After last night’s ninety-second “apology” by Lara Logan on 60 Minutes—the show spent more time on photos of the Beatles with their wives in 1964—it’s certain that CBS wants to turn the page. An insider even confirmed this was the case, according to the New York Times: No internal or independent probe, no disciplining of reporter or producer.
Clearly CBS is terrified of where a probe might lead—for example, revealing why they did this story in the first place and didn’t vet their source. (See my piece on The Nation.com yesterday on the CBS News chief’s background as a honcho at Fox News throughout the Bush years—and Lara Logan revealing her own bias last year. And then there’s the Mary Matalin book connection.)
Only a strong push from other journalists will force CBS to launch such an investigation. I’ll log below what key journalists are saying. Many are making strong statements, although some are still giving CBS points for making any sort of limited apology—as if it could not do that after their source was thoroughly discredited. Others are presuming—with no evidence that I’ve seen—that CBS will make a much longer statement later.
Mike Calderone, who has been on this since beginning, offers a list of unanswered questions at the Huffington Post. For starters:
“Sunday’s brief acknowledgment didn’t resemble a news program seriously trying to get to the bottom of how it got duped. Logan didn’t address during the show how Davies came to be a source for ‘60 Minutes,’ the vetting process of his account, whether the FBI was contacted during the original reporting or after doubts were raised, and the connection between the television booking on Oct. 27 and publication by a CBS subsidiary on Oct. 29.”
Brian Stelter of The New York Times on TV today raises the question I have asked: Did Lara Logan come in with “an agenda”? And why did it take so long to react and will they probe? This may be “in some ways worse” than the Dan Rather affair, but those charging “liberal bias” are louder than critics on the left.
Jay Rosen at his blog:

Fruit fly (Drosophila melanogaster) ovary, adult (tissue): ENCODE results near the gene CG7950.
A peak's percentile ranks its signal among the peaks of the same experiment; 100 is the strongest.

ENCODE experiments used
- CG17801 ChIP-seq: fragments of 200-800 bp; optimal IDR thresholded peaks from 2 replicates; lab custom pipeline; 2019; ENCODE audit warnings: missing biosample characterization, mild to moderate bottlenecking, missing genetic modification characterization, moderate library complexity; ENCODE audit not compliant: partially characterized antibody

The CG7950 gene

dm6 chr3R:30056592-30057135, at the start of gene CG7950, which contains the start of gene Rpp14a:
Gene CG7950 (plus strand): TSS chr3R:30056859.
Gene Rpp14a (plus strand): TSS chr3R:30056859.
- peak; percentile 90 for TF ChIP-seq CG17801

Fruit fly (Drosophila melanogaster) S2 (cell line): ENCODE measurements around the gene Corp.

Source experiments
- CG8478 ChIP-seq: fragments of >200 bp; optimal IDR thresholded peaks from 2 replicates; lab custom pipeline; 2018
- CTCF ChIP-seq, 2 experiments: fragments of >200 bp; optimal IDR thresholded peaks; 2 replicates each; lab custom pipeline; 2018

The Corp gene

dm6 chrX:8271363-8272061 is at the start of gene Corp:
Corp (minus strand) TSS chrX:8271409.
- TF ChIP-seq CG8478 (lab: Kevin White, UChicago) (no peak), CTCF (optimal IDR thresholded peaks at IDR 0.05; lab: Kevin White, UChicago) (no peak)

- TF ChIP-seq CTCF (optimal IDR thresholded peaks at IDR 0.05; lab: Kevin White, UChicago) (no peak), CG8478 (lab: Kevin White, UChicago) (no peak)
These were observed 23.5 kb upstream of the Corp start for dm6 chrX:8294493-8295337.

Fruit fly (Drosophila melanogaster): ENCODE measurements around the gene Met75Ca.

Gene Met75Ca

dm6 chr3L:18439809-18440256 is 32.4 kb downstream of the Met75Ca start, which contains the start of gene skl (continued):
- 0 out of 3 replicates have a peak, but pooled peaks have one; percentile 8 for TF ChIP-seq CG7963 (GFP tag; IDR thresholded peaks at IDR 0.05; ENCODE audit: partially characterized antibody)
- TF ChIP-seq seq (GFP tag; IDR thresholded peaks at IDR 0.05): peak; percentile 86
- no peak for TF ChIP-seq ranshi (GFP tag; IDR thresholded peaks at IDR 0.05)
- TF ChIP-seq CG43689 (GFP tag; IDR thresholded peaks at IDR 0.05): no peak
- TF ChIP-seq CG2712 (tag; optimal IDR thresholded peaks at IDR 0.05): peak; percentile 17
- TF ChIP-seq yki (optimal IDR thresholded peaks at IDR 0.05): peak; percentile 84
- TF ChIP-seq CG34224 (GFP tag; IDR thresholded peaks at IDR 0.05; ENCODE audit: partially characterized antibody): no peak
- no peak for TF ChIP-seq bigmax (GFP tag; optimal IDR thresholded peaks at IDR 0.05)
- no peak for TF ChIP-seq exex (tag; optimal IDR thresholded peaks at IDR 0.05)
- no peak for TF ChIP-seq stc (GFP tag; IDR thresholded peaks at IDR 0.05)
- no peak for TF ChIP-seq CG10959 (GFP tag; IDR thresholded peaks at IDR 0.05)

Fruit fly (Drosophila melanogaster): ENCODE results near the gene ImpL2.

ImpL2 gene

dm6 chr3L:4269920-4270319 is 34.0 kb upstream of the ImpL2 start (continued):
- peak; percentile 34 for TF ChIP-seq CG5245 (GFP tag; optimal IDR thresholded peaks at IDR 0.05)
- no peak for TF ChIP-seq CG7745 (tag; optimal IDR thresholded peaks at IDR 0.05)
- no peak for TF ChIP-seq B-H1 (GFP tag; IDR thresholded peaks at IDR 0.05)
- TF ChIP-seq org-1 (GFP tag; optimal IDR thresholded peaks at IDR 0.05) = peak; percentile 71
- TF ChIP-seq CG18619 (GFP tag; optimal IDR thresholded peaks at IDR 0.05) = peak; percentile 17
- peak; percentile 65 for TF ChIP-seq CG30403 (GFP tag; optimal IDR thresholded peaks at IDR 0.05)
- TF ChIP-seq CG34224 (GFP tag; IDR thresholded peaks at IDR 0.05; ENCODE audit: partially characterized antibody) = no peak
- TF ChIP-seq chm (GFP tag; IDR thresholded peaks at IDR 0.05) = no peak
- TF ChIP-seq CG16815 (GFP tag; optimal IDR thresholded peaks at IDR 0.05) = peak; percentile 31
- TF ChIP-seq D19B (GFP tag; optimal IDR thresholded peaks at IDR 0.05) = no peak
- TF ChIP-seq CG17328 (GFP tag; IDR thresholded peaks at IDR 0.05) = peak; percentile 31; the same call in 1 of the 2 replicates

“Attention now turns to Jeff Fager, as the person at CBS (executive producer of ‘60 Minutes’) who approved the final cut of a deeply flawed report starring a source CBS knew to have lied to his employer, and the executive at CBS, boss of the news division, who decided that it was time to move on from that mistake. Can that conflict of interest stand? So far it looks like it will.”
Frank Rich: “Failure of @CBSNews to report how Lara Logan was duped for ‘a year’ (her claim) by a Benghazi hoax guarantees others will do it for them.” Dan Kennedy: “Pathetically inadequate.” Mike Signorile: “60 Minutes ‘apology’—or ‘mistake,’ as Logan put it— is pathetic. Needs full investigation, ramifications.” Gabriel Sherman: “A show w/ reporting legacy of 60 Minutes should have turned its reporting muscle back on itself to explain to viewers what happened, and why.” Roger Simon of Politico: “60 Minutes needs to do an ‘Anatomy of a Mistake’ piece on its Benghazi story, not just a ‘gee, we’re sorry’ mini-apology.” Marvin Kalb, also at Politico: An apology not enough. “CBS News remains an immensely important resource, but it has now suffered an avoidable setback at a time when all of the media is under a cloud of doubt and suspicion. The network must regain the credibility it lost in Benghazi.”
Terence Smith, the former CBS and PBS correspondent, told the Washington Post that CBS needs “to do a thorough reconstruction of their reporting . . . and assure us that this was not done to help sell books for Simon & Schuster." Logan, he said, “has major egg on her face.”